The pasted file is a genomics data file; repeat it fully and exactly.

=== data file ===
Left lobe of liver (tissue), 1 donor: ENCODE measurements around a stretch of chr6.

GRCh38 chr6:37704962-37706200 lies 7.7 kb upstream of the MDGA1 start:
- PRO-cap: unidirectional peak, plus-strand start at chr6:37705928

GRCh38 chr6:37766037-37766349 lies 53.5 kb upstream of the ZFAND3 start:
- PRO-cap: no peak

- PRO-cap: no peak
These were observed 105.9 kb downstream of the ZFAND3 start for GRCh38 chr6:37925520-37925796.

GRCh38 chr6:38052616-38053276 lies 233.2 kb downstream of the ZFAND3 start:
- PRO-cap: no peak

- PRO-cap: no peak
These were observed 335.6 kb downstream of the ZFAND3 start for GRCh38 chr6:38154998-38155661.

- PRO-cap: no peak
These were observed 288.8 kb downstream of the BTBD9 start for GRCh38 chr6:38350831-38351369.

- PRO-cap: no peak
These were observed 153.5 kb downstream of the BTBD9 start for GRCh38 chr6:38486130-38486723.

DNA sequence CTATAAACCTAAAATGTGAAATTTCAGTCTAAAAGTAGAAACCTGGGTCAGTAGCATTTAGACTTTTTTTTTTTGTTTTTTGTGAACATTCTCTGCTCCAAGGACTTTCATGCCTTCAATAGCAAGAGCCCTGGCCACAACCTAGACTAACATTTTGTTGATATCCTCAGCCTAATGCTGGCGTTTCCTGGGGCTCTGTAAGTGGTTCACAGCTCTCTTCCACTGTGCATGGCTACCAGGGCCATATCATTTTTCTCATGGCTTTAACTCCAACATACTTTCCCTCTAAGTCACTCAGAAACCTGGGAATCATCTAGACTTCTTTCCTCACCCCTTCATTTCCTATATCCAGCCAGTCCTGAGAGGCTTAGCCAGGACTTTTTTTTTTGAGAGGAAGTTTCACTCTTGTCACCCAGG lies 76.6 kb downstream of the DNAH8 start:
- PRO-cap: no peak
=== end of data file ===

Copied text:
Left lobe of liver (tissue), 1 donor: ENCODE measurements around a stretch of chr6.

GRCh38 chr6:37704962-37706200 lies 7.7 kb upstream of the MDGA1 start:
- PRO-cap: unidirectional peak, plus-strand start at chr6:37705928

GRCh38 chr6:37766037-37766349 lies 53.5 kb upstream of the ZFAND3 start:
- PRO-cap: no peak

- PRO-cap: no peak
These were observed 105.9 kb downstream of the ZFAND3 start for GRCh38 chr6:37925520-37925796.

GRCh38 chr6:38052616-38053276 lies 233.2 kb downstream of the ZFAND3 start:
- PRO-cap: no peak

- PRO-cap: no peak
These were observed 335.6 kb downstream of the ZFAND3 start for GRCh38 chr6:38154998-38155661.

- PRO-cap: no peak
These were observed 288.8 kb downstream of the BTBD9 start for GRCh38 chr6:38350831-38351369.

- PRO-cap: no peak
These were observed 153.5 kb downstream of the BTBD9 start for GRCh38 chr6:38486130-38486723.

DNA sequence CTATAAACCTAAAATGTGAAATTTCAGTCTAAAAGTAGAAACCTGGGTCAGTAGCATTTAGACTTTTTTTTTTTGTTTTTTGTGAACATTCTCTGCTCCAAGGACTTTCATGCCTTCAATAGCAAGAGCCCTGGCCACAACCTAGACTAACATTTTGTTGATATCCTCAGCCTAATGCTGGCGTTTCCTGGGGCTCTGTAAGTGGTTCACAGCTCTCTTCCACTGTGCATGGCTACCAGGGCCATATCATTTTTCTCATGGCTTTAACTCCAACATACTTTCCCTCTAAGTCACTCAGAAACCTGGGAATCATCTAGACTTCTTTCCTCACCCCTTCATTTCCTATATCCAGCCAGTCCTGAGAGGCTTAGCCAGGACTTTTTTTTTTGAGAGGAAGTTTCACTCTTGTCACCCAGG lies 76.6 kb downstream of the DNAH8 start:
- PRO-cap: no peak